By Elizabeth Niven
On April 22, more than one billion people world wide celebrated Earth Day’s 42nd anniversary seeking a healthier, more sustainable planet.
At Monsanto, every day is Earth Day. To underscore its commitment to sustainability, Monsanto in St. Louis has taken the adage of reduce, reuse and recycle to a new level with substantial results. In 2011, through composting, recycling, donating and using green technologies, the company’s environmental footprint was significantly reduced to the tune of more than 2,800,000 pounds of waste diverted from landfills.
To accomplish this, corporate services implemented a plan that established and renewed partnerships with customers, suppliers, local recyclers, composters and nonprofit organizations to reduce the volume of waste that the St. Louis sites send to landfills.
The greatest volume of waste was produced by desk-side trash, laboratory and greenhouse operations and construction activities, so efforts focused in those areas.
At Monsanto, compostable materials are found in non-regulated plant and soil waste from greenhouses, restroom paper hand towels, landscape debris and pre- and post- consumer food scraps from the cafeterias and break rooms. More than 450,000 pounds of these materials were picked up from housekeeping and composted at Route 66 Organics’ Pacific, Mo, site. At this facility, the material is ground up, placed into windrows and ultimately turned into finished compost and soil products that are sold locally.
In 2011, the St. Louis sites recycled more than 2 million pounds of materials including: paper, plastic, glass, metals, wooden pallets, laboratory solvents and electronic wastes. Additionally 350,000 pounds of special types of waste such as laboratory trash and treated seed were kept out of landfills by being sent to a waste-to-energy facility for energy recovery.
“Our aggressive changes in some of the disposal processes significantly reduced the volume,” said Bob Creely, environmental specialist for Monsanto. “This included comingled recycling, which allows different types of recyclables to accumulate in single containers and then is separated through a mechanical process at the vendor’s facility. With that process, we were able to replace all desk-side trash cans with recycling containers and divert more than one million pounds of waste from landfills in 2011.”
The genetics quality assurance lab was a standout performer in reducing waste. Lab staff embraced the program, and with the help of Creely and his team, diverted more than 200,000 pounds of waste from landfills last year.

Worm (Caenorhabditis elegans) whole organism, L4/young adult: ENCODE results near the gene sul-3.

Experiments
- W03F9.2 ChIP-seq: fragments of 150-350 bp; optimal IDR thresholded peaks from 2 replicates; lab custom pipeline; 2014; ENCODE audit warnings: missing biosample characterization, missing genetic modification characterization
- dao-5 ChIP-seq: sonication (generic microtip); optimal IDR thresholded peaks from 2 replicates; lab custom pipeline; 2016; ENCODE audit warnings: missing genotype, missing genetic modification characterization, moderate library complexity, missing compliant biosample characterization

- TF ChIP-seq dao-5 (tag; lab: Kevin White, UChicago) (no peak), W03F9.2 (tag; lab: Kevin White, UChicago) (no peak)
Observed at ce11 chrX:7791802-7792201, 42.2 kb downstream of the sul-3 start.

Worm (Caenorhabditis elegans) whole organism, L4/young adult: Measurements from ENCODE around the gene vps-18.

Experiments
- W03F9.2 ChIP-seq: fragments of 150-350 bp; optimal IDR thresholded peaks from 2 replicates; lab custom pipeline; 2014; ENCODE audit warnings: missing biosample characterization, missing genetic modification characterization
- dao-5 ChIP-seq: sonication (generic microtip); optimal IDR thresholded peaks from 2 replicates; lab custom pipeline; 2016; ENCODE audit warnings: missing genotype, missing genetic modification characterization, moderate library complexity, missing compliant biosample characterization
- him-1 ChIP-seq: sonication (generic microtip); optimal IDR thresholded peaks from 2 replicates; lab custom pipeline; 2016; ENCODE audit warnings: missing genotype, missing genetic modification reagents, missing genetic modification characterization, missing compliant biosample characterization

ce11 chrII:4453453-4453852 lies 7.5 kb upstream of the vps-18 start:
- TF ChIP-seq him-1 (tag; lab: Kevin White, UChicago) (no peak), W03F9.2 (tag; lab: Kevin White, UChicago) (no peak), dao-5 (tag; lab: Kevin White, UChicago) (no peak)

“Every year, we test more and more samples, and, in turn, we consume more and more lab supplies. We wanted to recycle to prevent our lab waste from going into landfills,” said Lisa Voss, GQA lab DNA extraction coordinator. “We used to separate every kind of plastic into 9-10 recycling receptacles throughout the lab. It was complicated and sometimes didn’t happen. Then Bob came up with a simplified process, comingled plastics and separated #5 plastics. Now it’s easier; our lab is designed with recycling in mind and it’s become a way of life over here.”
“We feel good about what we are doing and continue to look for new ways to recycle and reduce consumables,” said Voss. “It would be hard for us NOT to recycle, and that is the way it should be.”
Monsanto has reduced its construction and renovation waste by purchasing standardized furniture to increase reuse and by donating older furniture, fume hoods and laboratory casework to local non-profit organizations, including schools, arts councils and area chambers of commerce. In addition, more than 100 workstations were reused when they were relocated from Chesterfield to Monsanto’s Davis, Calif. site.
Without intervention, St. Louis sites would have sent more than 4 million pounds of trash to landfills last year, which is equivalent to 4004 metric tons of annual greenhouse gas emissions. As a result of these programs, Monsanto St. Louis sites are now diverting nearly 65 percent of the waste formerly headed for a landfill.
“Our eventual goal in the program is zero waste from our sites,” said Creely. “We continue to conduct waste audits looking for ways to cut additional waste and enhance existing processes. We are always looking for new ideas.”